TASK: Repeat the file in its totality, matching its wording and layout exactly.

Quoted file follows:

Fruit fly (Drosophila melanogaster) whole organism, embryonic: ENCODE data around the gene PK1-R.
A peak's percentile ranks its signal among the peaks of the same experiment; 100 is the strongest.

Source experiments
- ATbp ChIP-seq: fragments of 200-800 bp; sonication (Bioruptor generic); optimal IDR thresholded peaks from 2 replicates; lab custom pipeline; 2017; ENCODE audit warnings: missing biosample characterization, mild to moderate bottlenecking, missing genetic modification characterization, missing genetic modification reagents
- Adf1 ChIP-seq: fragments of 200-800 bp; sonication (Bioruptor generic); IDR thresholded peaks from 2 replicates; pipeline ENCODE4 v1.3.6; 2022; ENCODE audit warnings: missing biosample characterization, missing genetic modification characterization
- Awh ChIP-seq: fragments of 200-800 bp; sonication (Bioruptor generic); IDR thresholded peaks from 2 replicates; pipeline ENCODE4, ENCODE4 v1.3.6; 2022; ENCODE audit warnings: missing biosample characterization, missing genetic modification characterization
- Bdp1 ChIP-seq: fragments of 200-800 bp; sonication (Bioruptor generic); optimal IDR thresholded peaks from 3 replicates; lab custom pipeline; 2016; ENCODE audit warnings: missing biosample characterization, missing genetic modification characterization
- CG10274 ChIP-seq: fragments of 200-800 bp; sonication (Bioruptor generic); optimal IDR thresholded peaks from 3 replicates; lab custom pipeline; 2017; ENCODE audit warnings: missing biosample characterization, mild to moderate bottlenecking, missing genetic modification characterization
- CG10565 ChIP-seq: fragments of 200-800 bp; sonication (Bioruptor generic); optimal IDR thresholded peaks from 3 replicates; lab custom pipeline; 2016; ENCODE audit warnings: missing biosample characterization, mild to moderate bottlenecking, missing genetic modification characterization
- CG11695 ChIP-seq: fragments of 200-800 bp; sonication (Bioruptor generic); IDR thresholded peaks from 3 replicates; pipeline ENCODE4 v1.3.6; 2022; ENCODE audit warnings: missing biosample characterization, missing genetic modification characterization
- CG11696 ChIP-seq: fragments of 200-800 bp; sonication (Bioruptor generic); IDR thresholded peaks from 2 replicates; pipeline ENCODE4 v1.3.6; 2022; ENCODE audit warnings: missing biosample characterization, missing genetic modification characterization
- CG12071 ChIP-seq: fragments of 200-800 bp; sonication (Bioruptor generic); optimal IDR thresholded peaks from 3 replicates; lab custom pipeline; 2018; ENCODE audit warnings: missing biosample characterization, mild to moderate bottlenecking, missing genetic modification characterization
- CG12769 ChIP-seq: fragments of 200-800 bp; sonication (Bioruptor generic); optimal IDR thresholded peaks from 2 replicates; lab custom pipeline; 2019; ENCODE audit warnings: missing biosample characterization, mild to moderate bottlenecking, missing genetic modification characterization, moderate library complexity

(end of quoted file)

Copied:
Fruit fly (Drosophila melanogaster) whole organism, embryonic: ENCODE data around the gene PK1-R.
A peak's percentile ranks its signal among the peaks of the same experiment; 100 is the strongest.

Source experiments
- ATbp ChIP-seq: fragments of 200-800 bp; sonication (Bioruptor generic); optimal IDR thresholded peaks from 2 replicates; lab custom pipeline; 2017; ENCODE audit warnings: missing biosample characterization, mild to moderate bottlenecking, missing genetic modification characterization, missing genetic modification reagents
- Adf1 ChIP-seq: fragments of 200-800 bp; sonication (Bioruptor generic); IDR thresholded peaks from 2 replicates; pipeline ENCODE4 v1.3.6; 2022; ENCODE audit warnings: missing biosample characterization, missing genetic modification characterization
- Awh ChIP-seq: fragments of 200-800 bp; sonication (Bioruptor generic); IDR thresholded peaks from 2 replicates; pipeline ENCODE4, ENCODE4 v1.3.6; 2022; ENCODE audit warnings: missing biosample characterization, missing genetic modification characterization
- Bdp1 ChIP-seq: fragments of 200-800 bp; sonication (Bioruptor generic); optimal IDR thresholded peaks from 3 replicates; lab custom pipeline; 2016; ENCODE audit warnings: missing biosample characterization, missing genetic modification characterization
- CG10274 ChIP-seq: fragments of 200-800 bp; sonication (Bioruptor generic); optimal IDR thresholded peaks from 3 replicates; lab custom pipeline; 2017; ENCODE audit warnings: missing biosample characterization, mild to moderate bottlenecking, missing genetic modification characterization
- CG10565 ChIP-seq: fragments of 200-800 bp; sonication (Bioruptor generic); optimal IDR thresholded peaks from 3 replicates; lab custom pipeline; 2016; ENCODE audit warnings: missing biosample characterization, mild to moderate bottlenecking, missing genetic modification characterization
- CG11695 ChIP-seq: fragments of 200-800 bp; sonication (Bioruptor generic); IDR thresholded peaks from 3 replicates; pipeline ENCODE4 v1.3.6; 2022; ENCODE audit warnings: missing biosample characterization, missing genetic modification characterization
- CG11696 ChIP-seq: fragments of 200-800 bp; sonication (Bioruptor generic); IDR thresholded peaks from 2 replicates; pipeline ENCODE4 v1.3.6; 2022; ENCODE audit warnings: missing biosample characterization, missing genetic modification characterization
- CG12071 ChIP-seq: fragments of 200-800 bp; sonication (Bioruptor generic); optimal IDR thresholded peaks from 3 replicates; lab custom pipeline; 2018; ENCODE audit warnings: missing biosample characterization, mild to moderate bottlenecking, missing genetic modification characterization
- CG12769 ChIP-seq: fragments of 200-800 bp; sonication (Bioruptor generic); optimal IDR thresholded peaks from 2 replicates; lab custom pipeline; 2019; ENCODE audit warnings: missing biosample characterization, mild to moderate bottlenecking, missing genetic modification characterization, moderate library complexity